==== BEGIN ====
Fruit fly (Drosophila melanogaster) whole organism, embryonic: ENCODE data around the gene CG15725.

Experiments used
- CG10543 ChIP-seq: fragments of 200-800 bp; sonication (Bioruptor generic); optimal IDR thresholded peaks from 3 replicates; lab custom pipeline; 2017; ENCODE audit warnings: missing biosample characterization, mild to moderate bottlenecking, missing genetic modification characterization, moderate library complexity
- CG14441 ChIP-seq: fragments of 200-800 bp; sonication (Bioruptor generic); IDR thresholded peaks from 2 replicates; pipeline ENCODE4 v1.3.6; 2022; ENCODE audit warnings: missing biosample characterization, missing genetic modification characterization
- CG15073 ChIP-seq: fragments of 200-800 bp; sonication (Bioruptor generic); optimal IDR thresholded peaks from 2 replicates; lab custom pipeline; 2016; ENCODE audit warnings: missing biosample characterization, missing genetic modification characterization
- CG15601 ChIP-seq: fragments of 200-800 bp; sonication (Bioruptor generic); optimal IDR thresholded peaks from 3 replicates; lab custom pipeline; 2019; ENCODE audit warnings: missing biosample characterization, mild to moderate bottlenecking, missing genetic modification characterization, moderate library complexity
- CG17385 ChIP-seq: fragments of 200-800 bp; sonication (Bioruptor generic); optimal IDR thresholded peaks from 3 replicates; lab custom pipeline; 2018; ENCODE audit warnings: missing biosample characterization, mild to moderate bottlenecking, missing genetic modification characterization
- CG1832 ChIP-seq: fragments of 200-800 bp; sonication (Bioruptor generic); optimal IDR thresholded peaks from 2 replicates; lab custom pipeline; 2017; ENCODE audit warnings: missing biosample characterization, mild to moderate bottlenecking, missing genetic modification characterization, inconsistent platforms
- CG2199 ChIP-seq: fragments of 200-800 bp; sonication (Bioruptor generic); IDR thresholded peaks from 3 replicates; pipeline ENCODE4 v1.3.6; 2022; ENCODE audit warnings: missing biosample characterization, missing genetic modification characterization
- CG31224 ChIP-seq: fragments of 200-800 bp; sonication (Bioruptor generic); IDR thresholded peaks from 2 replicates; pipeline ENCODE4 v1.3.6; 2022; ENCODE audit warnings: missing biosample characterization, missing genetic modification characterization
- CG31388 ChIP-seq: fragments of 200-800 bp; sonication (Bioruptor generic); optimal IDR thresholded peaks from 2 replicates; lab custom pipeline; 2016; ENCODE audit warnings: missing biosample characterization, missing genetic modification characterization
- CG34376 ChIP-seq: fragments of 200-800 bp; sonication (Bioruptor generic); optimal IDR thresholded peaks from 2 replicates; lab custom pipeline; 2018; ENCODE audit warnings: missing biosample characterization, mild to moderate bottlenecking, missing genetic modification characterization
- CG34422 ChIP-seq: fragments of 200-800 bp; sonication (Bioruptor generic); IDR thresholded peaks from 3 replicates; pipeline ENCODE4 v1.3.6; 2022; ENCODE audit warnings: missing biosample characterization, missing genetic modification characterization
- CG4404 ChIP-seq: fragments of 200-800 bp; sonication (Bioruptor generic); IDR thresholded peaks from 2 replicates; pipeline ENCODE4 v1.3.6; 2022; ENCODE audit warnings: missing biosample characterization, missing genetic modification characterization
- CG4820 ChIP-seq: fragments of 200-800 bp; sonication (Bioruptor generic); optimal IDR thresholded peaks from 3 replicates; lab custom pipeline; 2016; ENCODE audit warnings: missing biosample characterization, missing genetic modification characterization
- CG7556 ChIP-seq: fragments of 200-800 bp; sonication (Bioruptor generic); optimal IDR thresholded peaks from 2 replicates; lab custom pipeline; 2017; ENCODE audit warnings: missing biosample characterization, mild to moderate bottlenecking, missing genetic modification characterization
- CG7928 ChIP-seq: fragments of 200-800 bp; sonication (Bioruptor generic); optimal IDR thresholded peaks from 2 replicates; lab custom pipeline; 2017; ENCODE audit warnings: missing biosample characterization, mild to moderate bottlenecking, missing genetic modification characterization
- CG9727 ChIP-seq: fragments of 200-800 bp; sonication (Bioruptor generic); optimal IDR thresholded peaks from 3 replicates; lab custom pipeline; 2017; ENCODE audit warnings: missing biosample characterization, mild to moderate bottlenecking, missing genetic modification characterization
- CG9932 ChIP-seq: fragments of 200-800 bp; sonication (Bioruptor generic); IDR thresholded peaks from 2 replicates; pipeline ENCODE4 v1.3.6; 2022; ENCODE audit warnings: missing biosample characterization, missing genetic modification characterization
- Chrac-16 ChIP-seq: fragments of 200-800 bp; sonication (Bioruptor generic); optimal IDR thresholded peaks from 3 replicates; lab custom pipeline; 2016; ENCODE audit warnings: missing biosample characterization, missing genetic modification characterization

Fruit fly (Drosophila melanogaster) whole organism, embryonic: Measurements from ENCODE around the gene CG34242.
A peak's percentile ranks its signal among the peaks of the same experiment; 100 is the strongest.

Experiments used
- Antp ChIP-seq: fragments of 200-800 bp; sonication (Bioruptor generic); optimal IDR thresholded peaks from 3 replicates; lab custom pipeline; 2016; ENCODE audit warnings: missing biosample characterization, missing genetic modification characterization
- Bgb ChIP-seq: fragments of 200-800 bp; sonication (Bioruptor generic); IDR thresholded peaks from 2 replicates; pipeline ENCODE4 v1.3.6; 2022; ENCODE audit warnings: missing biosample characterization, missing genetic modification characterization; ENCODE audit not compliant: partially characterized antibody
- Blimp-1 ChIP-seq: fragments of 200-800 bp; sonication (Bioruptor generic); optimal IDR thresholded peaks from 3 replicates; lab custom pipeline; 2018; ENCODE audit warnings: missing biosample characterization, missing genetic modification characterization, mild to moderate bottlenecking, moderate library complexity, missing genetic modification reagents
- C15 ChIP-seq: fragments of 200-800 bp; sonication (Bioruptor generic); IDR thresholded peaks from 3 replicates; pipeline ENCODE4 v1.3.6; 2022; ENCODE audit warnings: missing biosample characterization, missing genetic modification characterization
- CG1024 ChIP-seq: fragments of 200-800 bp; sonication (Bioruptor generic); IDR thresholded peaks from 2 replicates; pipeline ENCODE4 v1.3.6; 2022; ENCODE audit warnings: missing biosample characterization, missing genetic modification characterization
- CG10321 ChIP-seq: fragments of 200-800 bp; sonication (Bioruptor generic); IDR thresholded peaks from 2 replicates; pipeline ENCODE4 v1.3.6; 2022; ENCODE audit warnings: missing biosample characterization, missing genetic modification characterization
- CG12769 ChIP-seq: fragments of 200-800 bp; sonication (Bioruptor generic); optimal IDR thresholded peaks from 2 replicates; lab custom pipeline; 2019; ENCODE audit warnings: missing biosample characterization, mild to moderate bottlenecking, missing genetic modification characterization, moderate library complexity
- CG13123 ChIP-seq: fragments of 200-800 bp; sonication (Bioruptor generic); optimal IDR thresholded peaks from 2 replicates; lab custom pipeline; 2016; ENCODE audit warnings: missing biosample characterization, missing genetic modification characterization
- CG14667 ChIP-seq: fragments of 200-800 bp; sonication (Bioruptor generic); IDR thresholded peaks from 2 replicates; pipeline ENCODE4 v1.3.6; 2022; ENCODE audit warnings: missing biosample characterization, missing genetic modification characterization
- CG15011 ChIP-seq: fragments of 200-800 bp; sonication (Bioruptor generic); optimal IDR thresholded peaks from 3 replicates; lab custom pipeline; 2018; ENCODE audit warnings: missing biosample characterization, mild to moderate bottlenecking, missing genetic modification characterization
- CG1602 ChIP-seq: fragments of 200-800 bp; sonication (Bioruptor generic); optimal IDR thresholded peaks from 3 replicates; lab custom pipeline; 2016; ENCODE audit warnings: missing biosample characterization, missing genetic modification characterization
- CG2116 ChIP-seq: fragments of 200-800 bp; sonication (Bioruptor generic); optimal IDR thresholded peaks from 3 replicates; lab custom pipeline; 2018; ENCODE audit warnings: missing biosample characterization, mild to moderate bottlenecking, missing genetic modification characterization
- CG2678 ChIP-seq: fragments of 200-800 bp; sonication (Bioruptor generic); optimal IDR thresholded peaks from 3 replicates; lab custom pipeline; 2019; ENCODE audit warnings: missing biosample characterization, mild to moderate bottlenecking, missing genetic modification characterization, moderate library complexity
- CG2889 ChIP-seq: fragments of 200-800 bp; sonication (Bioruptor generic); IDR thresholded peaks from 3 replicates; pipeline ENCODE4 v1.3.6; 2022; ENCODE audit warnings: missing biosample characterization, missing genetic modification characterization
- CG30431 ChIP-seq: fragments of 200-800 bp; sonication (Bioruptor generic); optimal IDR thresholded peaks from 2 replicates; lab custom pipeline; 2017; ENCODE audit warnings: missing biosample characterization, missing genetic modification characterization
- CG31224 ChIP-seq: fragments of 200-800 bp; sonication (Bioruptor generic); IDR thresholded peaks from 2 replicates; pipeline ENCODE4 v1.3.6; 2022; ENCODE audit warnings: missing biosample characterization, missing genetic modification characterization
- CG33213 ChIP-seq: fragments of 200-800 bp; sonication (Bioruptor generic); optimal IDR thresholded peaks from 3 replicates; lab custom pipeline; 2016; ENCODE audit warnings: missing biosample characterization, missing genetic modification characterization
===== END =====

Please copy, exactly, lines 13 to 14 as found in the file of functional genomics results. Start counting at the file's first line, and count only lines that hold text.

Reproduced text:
- CG34422 ChIP-seq: fragments of 200-800 bp; sonication (Bioruptor generic); IDR thresholded peaks from 3 replicates; pipeline ENCODE4 v1.3.6; 2022; ENCODE audit warnings: missing biosample characterization, missing genetic modification characterization
- CG4404 ChIP-seq: fragments of 200-800 bp; sonication (Bioruptor generic); IDR thresholded peaks from 2 replicates; pipeline ENCODE4 v1.3.6; 2022; ENCODE audit warnings: missing biosample characterization, missing genetic modification characterization